Extreme weather claimed at least five lives while hundreds were injured in the Czech Republic's region of southern Moravia, just across the border from Slovakia. Seven villages have suffered massive material damage.
One of the fatalities, a pregnant woman killed by a steel construction in the village of Lužice, was a native of the Slovak city of Prešov living in the Czech Republic, the TV Joj reported.
The village of Hrušky, some 30 km from the Slovak border and about 80 km from Bratislava, reports the worst damage. The supercell storm that swept through the region on the evening of June 24 brought hail and a tornado, a normally unseen occurrence in this part of the world.
Czech Television's meteorologist Michal Žák believes this may have been the strongest tornado in the history of the Czech Republic, of the 3rd or 4th degree in strength, which is unusual for Europe, the Sme daily reported.
Meteorologist Dagmar Honsová estimated for Novinky.cz the speed of the wind at as much as 219 km/h, when in some places the gusts of wind might have been even stronger. The damage caused corresponds to the consequences of a tornado of intensity F3 on the five-degree Fujita scale of tornado. This degree means serious damage at wind speeds between 254 and 332 km/h.
Slovakia joins relief efforts
The Czech authorities have mobilised all the available rescue forces to provide relief in the region. Help has also been provided by neighbouring countries, including Slovakia. Seven ambulances from Slovakia were deployed to the region in the evening and the hospitals in the nearby Slovak towns and in Bratislava offered to admit the injured.
"We are actively communicating with the Czech side," PM Eduard Heger (OĽaNO) wrote on his Facebook profile at night. He confirmed that apart from the seven ambulances, fire forces from Bratislava and Trnava have also been sent to help. "I send my thoughts to all those who have been affected by this tornado. I believe Czechia will make it. We will continue providing help to our neighbours."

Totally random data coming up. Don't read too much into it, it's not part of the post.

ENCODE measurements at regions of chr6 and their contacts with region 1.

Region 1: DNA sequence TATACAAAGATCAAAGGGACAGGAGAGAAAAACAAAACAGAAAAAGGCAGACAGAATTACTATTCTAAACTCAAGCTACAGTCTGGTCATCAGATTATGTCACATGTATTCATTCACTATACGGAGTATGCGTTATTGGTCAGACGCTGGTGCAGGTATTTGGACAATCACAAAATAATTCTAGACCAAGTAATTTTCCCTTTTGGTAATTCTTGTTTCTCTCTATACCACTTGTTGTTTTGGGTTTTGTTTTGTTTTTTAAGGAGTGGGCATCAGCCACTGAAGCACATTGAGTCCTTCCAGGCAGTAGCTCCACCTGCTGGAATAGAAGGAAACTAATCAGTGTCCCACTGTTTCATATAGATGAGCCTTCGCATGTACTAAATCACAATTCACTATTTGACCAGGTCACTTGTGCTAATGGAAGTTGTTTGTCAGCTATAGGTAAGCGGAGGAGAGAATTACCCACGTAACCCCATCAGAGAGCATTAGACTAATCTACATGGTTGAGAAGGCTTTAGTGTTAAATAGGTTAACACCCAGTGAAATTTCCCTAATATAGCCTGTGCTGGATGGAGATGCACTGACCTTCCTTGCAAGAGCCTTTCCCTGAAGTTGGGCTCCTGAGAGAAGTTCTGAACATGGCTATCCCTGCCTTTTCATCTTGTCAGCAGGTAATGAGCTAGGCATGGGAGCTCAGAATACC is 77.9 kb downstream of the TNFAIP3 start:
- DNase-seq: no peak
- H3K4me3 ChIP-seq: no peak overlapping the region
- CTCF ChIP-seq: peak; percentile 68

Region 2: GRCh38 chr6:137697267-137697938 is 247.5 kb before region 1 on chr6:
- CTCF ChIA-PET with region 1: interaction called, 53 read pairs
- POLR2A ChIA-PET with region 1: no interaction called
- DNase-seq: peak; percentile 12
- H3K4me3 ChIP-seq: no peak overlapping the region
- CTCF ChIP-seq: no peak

Defence Minister Jaroslav Naď (OĽaNO) announced he was in contact with his Czech counterpart and that the Slovak armed forces are ready to help the inhabitants of the affected municipalities immediately in case of need.
Interior Minister Roman Mikulec (OĽaNO) informed the Czech authorities that the forces working under his department were ready to help in any way they can.
President Zuzana Čaputová expressed sympathy to all those who have been affected by the natural disaster. She also appreciated the help that was immediately offered by Slovak health professionals.
The intense thunderstorms accompanied by the tornado and hail that devastated south Moravia caused blackouts in north-western Slovakia, leaving more than 30,000 households without electricity, energy utility Stredoslovenská Distribučná (SSD) spokesperson Miroslav Gejdoš reported on Friday.
Around 6,400 households were without power. The worst-affected affected districts are Čadca (Žilina Region), Púchov and Povazská Bystrica (both Trenčín Region).
“The damage is mostly due to trees falling on electricity lines and torn conductors,” said Gejdoš as cited by the TASR newswire. “Apart from high voltage failures, the crews have also had to deal with a large number of low voltage malfunctions.”
Counting the damages
Mayor of the Hrušky village in the Břeclav district, Marek Babisz, told the media that half of the village has been razed to the ground. The wind took the roof of the church and some cars ended up on the roofs of houses.
“Hundreds of houses are now roofless, no rafters, trees have been uprooted, a truck turned over, cars, roads are blocked, the rescue system cannot even get to us,” said the mayor of the Pánov part of the town of Hodonín, Marek Košut, on Thursday night. He added that there have been gas leaks and there was no electricity.
The storm took away the roof of the local sports hall and damaged the stadium and the social care home where several pensioners have been injured.
The storm also damaged the ZOO in Hodonín.
The Valtice municipality, home to a well-known eponymous historical castle, was hit by hail the size of tennis balls, according to Mayor Pavel Trojan. The hail damaged the roof and the windows of the castle. The cost of the damages may reach millions of Czech crowns, according to the castellan Richard Sloboda.
The village of Mikulčice “looks like a warzone”, according to Mayor Marta Otáhalová.
The storms have caused complications with road and rail traffic, although most of the problems were solved during the night. Electricity supplies were affected in northwestern Slovakia at night.
25. Jun 2021 at 9:04 | Compiled by Spectator staff